Friday, 27 October 2017

Mastermind - Round One - Heat 13


For a couple of reasons Mastermind took me back in time tonight, and I promise I’ll explain why. Not yet, though.

Kicking us off tonight, then, was 2013 semi finalist Richard Chaney. Richard offered us one of my all-time favourite sitcoms, Porridge. I could wax lyrical about the acting of messrs Barker, Beckinsale, Mackay and Wilde, and the writing of Clement and LaFrenais. But I won’t. What I will say is that I was annoyed with myself to score only 10 on this round, one less than Richard. Now, I do know enough about Porridge to say that these were a difficult enough set, although I do think that they might well have asked the name of the series of Ronnie Barker pilots in which the first episode, Prisoner and Escort was broadcast. 

Well, anyway, at this rate it was a good start for a tilt at another 20+ specialist aggregate. My chances, though, were not helped by Sophie Starkey’s round on Peggy Guggenheim. Yes, there were a couple of pieces of low lying fruit in The Titanic and Yoko Ono – now there’s a sentence I never thought I’d write – but that was about it for me. Sophie did a lot better than that. However, you really need to get double figures to give yourself a fighting chance in the GK round, and Sophie’s 8 always looked like it was going to leave her too much to do.

In the normal course of events, schoolteacher Eddie Alexander would have had the dubious benefit of support from the Clark sofa, however the circumstances were a little different tonight, as I’ll explain shortly. Nonetheless I was hoping he’d do well on his specialist round on the band Deep Purple. I never saw Deep Purple live, although I did see once Whitesnake, which band had more than its fair share of former Deep Purple members. As with Sophie, Eddie didn’t do at all badly, but just missed double figures with 9.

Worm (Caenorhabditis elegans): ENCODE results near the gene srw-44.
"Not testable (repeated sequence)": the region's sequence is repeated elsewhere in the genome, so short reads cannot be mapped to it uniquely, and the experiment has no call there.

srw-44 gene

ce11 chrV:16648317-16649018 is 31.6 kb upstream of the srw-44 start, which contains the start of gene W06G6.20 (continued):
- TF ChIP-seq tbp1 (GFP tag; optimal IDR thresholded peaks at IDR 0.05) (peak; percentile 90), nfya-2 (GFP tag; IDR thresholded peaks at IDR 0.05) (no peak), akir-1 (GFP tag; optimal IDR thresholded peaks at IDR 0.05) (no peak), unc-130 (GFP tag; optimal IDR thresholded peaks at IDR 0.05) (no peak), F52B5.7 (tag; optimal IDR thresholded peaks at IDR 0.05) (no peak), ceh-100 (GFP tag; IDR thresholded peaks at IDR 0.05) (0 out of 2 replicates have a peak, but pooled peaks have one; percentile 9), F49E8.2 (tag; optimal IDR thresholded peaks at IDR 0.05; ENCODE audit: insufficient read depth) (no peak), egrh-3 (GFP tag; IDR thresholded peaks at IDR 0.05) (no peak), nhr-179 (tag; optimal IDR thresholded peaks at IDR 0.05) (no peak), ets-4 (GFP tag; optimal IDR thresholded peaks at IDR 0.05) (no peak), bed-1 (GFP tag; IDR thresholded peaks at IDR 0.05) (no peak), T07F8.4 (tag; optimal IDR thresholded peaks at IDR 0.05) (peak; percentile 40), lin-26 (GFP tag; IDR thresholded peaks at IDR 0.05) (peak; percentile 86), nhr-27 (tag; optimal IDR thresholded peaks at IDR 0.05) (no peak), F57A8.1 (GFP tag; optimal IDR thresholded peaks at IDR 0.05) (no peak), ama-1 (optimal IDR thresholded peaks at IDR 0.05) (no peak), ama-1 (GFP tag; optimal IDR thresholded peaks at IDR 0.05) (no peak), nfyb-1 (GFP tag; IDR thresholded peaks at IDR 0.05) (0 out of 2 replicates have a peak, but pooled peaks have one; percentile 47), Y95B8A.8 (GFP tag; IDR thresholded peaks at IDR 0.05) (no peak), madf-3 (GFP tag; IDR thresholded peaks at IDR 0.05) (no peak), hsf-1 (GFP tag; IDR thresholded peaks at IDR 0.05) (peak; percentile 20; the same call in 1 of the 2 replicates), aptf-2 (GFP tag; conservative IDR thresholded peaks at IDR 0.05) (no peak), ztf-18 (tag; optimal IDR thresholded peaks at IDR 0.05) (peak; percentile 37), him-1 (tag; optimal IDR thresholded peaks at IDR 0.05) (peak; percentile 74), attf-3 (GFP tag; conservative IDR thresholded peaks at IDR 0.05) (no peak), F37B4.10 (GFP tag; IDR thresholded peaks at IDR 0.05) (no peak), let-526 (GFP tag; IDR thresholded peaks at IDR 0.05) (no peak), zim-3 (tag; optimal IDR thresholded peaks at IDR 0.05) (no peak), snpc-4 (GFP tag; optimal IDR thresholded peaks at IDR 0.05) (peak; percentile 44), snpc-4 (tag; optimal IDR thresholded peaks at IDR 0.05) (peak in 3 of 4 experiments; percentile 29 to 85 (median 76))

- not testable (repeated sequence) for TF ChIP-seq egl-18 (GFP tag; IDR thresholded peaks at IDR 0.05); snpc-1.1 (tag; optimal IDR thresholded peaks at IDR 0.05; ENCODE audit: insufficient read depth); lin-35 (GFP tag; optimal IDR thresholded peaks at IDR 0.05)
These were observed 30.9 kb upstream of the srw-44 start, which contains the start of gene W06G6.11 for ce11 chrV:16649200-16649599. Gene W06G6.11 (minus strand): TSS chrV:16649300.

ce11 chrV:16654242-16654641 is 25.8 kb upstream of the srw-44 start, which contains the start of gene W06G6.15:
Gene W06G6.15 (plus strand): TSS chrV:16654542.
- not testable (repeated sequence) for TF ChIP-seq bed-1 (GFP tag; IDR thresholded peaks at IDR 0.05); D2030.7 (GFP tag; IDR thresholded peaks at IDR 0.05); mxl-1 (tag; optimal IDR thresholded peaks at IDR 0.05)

And so to our final contender, Derek Moody. Seeing Derek took me back 10 years to the 2007 SOBM. Why? Because Derek was runner up in the Grand Final, missing out on a tie break by a single point. I’ve written and spoken more than enough about that particular event, so I’ll say no more, other than that I was really, really , really hoping that Derek would go well. As indeed he did. In my answers to his questions I proved that I know nothing about Bernard Cornwell’s The Warlord Chronicles. I expected Derek to go close to a perfect round, since I’ve had first hand experience of how well and carefully he prepares his specialist rounds. This wasn’t quite perfect, but it was good enough to give him the joint lead with 11. 

Who would win, then? In terms of experience you’d have to have given it to Derek. Not only was he runner up in my Final, he had been stand-in for the final a couple of years earlier, after just narrowly missing out in his semi final. In 2013, though, Ricard had shown impressive GK form in his first round. Well, we’d come to that. Firstly, though, we had Sophie Starkey’s GK round. And a pretty good GK round it was, and at least gave her the satisfaction of having reached double figures in one of her Mastermind Rounds. Eddie Alexander, well, Eddie had been a point better than Sophie in the Specialist round, now he was a point worse in the GK. He scored 9, to also finish with 18 points. 

This brought us to the main event, as it were. Richard took the chair first, and while he never quite reached escape velocity he certainly maintained a steady momentum throughout his round, to add 13 to his total. Putting this into perspective, it meant that Derek was going to need to score 13 and no passes to force a tie break, or 14 to win outright. That’s a sizeable total, not easily achieved, and certainly enough to put you into the corridor of doubt. 

Not that you’d have known it from Derek’s first couple of answers. In fact, for the first minute or so he was well up with the clock. However, the wrong answers were starting to creep in. From this point onwards, in all honesty it became one of those rounds for Derek. More than once he was asked questions where you could see him narrowing options down to a couple of options, and zigging when he should have zagged – for example with Rodin’s Burghers of Calais instead of zagging with The Thinker. When thinks work out like that there’s nothing you can do. Derek took his score to 21.